Roses Are Plants Too!

Rose Pruning Update From The Palace Of Gold

Didn't go according to plan!

Pruning the roses at the Palace of Gold
Photo/Illustration: Paul Zimmerman Roses

I started working with the rose garden at the Palace of Gold last year. My job is to help them transition the garden to sustainable care. We made great strides last year and there are links to some of the posts at the bottom of this one. Be sure to check them out.

In the past their pruning practices has always been to cut the roses to about 6″ high in the fall and then mound mulch over them. It’s worked, but I was hoping we might be able to leave them taller and prune in spring. My idea of leaving them taller and then pruning taller in spring was to have fuller roses and therefore more blooms. As a first step we did the high potassium feeding I wrote about in a previous post late last fall. Then, instead of cutting the roses to 6″, they just cut them to about 3′ or so. We still mounded mulch over the bases just in a case.

Just in case happened! It was an odd winter in West Virginia and when I returned to the garden in early April to work with them at pruning time we were faced with a lot of dead canes above the ground. We had some master gardeners working with this and they reported widespread winter damage this past season all over the area so I know it wasn’t just us or because we tried something different.

As we pruned it became obvious the best thing to do was simply do what they normally did in the fall. Cut everything down to 6″ or less. We could see we had plenty of live growth emerging so the simple task here was to get the dead wood out of the way.

One of the roses after pruning. The next chore is to do some detail work in a few weeks and clean up additional dead growth.
Photo/Illustration: Paul Zimmerman Roses

Because we were just cutting everything back hard we moved quickly through the garden. In fact we pruned over 800 roses in 3 hours! In a few weeks, after more live growth appears, they will go back through and do some clean up work of anything else that is still dead.

While this could have been a tragedy it wasn’t because we had always done a few things just in case a winter liked this happened. These are what I’d like to pass on to you.

1) Always, always bury the bud union when you plant roses. Because they had done that over the years of planting this garden everything below the soil level was alive and just waiting for spring to pop up. I’m sure we lost a few roses but not many. Bury it at least 2 inches deep.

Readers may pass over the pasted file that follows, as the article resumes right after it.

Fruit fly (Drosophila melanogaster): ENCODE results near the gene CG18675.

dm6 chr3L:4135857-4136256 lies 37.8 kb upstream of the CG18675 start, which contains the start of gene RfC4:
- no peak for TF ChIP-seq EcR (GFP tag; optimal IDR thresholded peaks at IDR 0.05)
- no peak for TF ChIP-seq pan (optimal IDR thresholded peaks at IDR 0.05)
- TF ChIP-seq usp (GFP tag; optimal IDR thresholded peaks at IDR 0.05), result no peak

2) Mound mulch over the base of the plants in fall to offer even further protection. It was quite interesting to see that in most cases the live growth extended to just above the mulch level.

3) Be prepared to punt! Gardening is not an exact thing from year to year. Nature often throws curve balls so roll with the punches.

4) If at first you don’t succeed you might not want to try again! Next year we are going back to their old practice of cutting the roses back hard in the fall. We tried something new, it didn’t work and so we go back to what did work.

As I’ve never really gardened in a true cold weather climate this has been a great hands on experience. Which leads me to point #5.

5) Just because you have a rose care book out and write the rose blog for Fine Gardening doesn’t mean you know everything and can’t still keep learning!!! 🙂

Happy Roseing

Roses popping out of their winter mulch homes
Photo/Illustration: paul Zimmerman Roses

View Comments


  1. cheryl_c 11/27/2017

    Hi, I realize this is an old post, so you might not see my reply. I have only gingerly ventured into growing roses in my zone 6 - 7 southwest Missouri (read 'heat and humidity) in the past year or so. I planted "At Last" which has really exceeded my expectations, and bloomed all summer, nearly constantly. We've had a number of 'killing' frosts - into the mid 20's, and the bush is still leafy and green. It's the end of November - do I still cut it back to the 6 inches, or do I wait until there has been some sign of winter kill on the canes? Also, how deep should the mulch (I'm using light, dry horse barn compost) be? Does it just go over the crown of the plant or up against the canes as well?

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